In the cash flow analysis, the interest rate and the cash flow in each accounting period constitute the independent variables. Once these are specified, the bank balance at the end of each accounting period and the dependent variables may be calculated and displayed. It will be apparent to those skilled in the art that the method of the present invention may be applied advantageously to a large number of modeling problems. In each case, the independent variables are displayed as graphical widgets. The dependent variable or variables may be displayed in one or more graphical representations.
The present invention is most easily implemented on an object oriented graphical user interface system. In such systems, the operating system provides an interrupt each time the mouse or similar pointing device is “clicked” or moved. The present invention initially displays a user screen showing the independent variables in the form of widgets and the dependent variable or variables in graphical representation using the startup values of the independent variables. The program then waits for an interrupt generated by the pointing device. When an interrupt is detected, the program determines which independent variable has been changed and the new value for that variable. The program then recalculates the dependent variables and displays the graphical representation thereof. If, after redisplaying the dependent variable graphical representation, an independent variable has been changed again, the process is repeated. Hence, the present invention continuously tracks the independent variable and provides a continually updated display of the dependent variable or variables.
While spread sheet programs allow a user to graphically view the result of a computation, these programs do not provide a means for continuously varying an independent variable and watching the graphical display change in a continuous manner. In the case of a spread sheet, the user must select the spread sheet cell containing the independent variable that is to be changed and then type a new value for the independent variable in question. The program will then re-display the dependent variable graph. To view the results for a number of different values of the dependent variable, the user must repeat this process. In the present invention, the user need only drag the widget corresponding to the independent variable and watch the graph continuously update as the widget passes through each value.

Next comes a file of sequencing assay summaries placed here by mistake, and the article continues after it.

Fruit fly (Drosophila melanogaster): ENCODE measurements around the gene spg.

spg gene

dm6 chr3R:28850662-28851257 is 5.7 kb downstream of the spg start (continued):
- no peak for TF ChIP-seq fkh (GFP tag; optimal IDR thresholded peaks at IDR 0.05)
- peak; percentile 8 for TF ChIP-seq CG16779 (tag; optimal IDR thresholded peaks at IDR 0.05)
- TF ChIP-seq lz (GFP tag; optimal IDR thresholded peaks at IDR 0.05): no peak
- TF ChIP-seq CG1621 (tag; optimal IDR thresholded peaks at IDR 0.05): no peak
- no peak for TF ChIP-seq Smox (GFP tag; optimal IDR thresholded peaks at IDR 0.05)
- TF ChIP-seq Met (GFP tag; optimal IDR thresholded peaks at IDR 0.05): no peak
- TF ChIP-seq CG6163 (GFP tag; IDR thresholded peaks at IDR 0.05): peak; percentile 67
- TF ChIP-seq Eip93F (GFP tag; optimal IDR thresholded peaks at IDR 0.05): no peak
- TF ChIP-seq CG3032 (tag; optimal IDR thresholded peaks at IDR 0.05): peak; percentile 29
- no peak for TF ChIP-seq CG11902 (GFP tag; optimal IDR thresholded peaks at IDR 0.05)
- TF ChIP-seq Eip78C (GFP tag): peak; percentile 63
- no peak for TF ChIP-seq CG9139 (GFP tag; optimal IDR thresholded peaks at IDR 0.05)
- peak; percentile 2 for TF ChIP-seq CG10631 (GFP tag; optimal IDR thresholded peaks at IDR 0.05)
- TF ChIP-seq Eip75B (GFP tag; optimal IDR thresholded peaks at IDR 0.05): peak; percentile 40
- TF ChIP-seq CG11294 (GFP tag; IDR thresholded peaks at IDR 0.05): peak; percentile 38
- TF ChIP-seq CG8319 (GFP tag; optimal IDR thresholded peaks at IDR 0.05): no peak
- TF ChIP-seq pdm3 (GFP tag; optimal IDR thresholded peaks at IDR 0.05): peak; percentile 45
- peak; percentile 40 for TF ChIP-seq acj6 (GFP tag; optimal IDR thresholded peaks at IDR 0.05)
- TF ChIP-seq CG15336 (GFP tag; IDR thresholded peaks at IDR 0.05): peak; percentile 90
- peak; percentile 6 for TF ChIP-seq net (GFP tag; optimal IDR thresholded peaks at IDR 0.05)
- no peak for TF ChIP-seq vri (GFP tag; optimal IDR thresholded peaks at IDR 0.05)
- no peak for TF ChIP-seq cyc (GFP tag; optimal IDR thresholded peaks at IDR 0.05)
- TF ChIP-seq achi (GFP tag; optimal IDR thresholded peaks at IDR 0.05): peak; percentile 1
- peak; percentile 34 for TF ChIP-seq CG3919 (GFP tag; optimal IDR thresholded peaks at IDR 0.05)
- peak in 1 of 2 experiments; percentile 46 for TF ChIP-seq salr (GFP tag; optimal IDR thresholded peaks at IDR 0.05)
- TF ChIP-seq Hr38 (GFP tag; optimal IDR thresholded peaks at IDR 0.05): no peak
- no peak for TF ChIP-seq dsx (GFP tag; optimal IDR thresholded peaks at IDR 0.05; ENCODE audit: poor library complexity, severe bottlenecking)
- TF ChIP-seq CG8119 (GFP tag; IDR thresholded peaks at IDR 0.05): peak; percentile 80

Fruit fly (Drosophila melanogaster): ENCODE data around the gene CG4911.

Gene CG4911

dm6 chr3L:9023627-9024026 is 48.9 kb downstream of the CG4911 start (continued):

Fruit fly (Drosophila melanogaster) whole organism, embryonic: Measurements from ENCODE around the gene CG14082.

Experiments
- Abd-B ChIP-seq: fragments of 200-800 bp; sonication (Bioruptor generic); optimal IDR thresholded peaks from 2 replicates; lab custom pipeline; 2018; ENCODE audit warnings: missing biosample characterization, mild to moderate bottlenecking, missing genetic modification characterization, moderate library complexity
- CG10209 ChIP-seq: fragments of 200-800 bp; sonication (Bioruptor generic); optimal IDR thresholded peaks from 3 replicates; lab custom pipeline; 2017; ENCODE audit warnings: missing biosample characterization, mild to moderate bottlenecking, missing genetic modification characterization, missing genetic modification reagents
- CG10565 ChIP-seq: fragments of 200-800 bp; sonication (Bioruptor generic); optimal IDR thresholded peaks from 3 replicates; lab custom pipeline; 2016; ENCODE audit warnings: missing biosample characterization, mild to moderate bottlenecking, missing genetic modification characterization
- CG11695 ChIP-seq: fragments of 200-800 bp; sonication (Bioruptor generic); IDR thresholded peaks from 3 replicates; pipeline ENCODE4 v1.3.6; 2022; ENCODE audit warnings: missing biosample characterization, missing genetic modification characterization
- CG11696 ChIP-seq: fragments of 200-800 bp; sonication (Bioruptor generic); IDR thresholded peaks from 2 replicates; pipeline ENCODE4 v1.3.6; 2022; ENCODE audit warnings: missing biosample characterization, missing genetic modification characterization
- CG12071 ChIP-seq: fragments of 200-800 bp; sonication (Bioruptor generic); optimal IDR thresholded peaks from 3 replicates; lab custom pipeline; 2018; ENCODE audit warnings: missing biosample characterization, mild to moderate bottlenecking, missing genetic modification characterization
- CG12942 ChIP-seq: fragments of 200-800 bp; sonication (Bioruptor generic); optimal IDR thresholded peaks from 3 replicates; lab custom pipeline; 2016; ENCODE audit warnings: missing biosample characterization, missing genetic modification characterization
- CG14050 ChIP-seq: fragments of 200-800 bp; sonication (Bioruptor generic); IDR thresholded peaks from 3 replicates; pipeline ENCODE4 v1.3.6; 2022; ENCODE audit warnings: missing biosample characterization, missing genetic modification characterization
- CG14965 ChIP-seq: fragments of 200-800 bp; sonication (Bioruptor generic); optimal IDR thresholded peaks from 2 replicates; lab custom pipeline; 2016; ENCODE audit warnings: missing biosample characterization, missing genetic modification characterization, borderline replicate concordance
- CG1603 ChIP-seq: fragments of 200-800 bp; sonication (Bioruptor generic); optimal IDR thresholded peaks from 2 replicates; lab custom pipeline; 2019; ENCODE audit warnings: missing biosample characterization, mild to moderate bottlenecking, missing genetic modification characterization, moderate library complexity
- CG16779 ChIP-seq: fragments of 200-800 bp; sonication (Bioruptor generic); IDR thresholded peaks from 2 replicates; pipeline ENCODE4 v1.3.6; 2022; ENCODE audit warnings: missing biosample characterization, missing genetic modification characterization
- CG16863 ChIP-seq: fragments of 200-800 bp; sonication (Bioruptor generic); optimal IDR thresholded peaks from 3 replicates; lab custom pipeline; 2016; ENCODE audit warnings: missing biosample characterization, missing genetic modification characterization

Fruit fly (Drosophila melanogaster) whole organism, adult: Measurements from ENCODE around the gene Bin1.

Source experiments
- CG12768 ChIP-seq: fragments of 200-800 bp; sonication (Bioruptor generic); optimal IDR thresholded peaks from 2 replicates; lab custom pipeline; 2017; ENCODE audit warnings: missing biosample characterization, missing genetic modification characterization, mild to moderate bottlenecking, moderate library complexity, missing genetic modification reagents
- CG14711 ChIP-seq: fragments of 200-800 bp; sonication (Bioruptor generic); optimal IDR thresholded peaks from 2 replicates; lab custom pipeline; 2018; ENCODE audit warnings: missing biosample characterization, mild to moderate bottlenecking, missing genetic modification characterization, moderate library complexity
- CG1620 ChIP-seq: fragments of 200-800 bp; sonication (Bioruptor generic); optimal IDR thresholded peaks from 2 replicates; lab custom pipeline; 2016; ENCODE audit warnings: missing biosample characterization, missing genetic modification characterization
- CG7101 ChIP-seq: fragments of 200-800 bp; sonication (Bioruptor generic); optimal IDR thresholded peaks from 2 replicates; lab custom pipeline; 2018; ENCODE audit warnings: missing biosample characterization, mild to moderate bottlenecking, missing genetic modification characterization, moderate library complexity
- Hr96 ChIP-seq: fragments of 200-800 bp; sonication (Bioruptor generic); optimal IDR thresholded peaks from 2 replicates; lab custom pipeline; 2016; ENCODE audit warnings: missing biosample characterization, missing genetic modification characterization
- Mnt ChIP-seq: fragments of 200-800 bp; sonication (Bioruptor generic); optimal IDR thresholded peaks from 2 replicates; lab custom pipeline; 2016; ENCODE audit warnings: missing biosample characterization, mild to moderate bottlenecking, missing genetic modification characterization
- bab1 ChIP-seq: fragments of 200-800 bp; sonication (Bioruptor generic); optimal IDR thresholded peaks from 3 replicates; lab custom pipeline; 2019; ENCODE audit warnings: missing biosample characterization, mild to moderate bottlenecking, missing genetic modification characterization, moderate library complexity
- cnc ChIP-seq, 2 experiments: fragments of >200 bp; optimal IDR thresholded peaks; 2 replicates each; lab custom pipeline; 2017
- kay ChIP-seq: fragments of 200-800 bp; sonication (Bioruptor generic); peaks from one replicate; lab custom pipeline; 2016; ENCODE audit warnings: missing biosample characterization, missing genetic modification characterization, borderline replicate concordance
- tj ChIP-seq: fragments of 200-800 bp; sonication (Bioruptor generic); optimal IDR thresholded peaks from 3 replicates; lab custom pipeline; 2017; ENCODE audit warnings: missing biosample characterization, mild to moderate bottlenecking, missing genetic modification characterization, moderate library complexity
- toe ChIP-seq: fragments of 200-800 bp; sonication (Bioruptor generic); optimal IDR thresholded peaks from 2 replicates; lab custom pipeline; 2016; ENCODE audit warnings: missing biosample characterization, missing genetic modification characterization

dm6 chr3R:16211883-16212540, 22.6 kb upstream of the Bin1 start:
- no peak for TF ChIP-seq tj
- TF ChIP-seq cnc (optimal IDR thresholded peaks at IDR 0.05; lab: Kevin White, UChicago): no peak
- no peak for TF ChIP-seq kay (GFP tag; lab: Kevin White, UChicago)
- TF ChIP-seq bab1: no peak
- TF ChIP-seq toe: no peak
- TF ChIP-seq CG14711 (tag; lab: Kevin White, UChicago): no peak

In many cases, the user will wish to enter or change the values of the independent variables in a continuous manner. However, in some cases, the user may wish the values to change in predetermined steps. That is, the independent variables may be continuous or quantized. In the case in which the variables are quantized, the slider preferably moves in a continuous manner but the value does not change until the slider moves into the next step. When the user releases the slider, the slider automatically rounds the value to the closest step. In the preferred embodiment of the present invention, the manner in which each independent variable changes in response to the manipulation of the corresponding widget may be entered by selecting the widget using a different mouse key or menu option. For example, the right mouse button may be used to input the attributes of a widget by pointing to the widget and then clicking the widget using the right mouse button.
The widgets may be arranged so as to provide a graphical representation of the independent variables or placed separately depending on the variables represented by the widgets. For example, the arrows shown in FIG. 1 are arranged as a graph in a manner analogous to a bar graph; while the interest rate slider is a separate widget.
Various modifications to the present invention will become apparent to those skilled in the art from the foregoing description and accompanying drawings. Accordingly, the present invention is to be limited solely by the scope of the following claims.
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|U.S. Classification||345/440, 715/219|
|International Classification||G09G5/36, G09G5/08, G06F3/033, G06F17/24, G06Q10/00, G06F3/14, G06F3/048|
|Cooperative Classification||G06F17/246, G06F3/0481|
|European Classification||G06F3/0481, G06F17/24S|
|Jan 26, 2005||FPAY||Fee payment|
Year of fee payment: 4
|Feb 16, 2009||REMI||Maintenance fee reminder mailed|
|Aug 4, 2009||SULP||Surcharge for late payment|
Year of fee payment: 7
|Aug 4, 2009||FPAY||Fee payment|
Year of fee payment: 8
|Mar 20, 2013||REMI||Maintenance fee reminder mailed|
|Aug 7, 2013||LAPS||Lapse for failure to pay maintenance fees|
|Sep 24, 2013||FP||Expired due to failure to pay maintenance fee|
Effective date: 20130807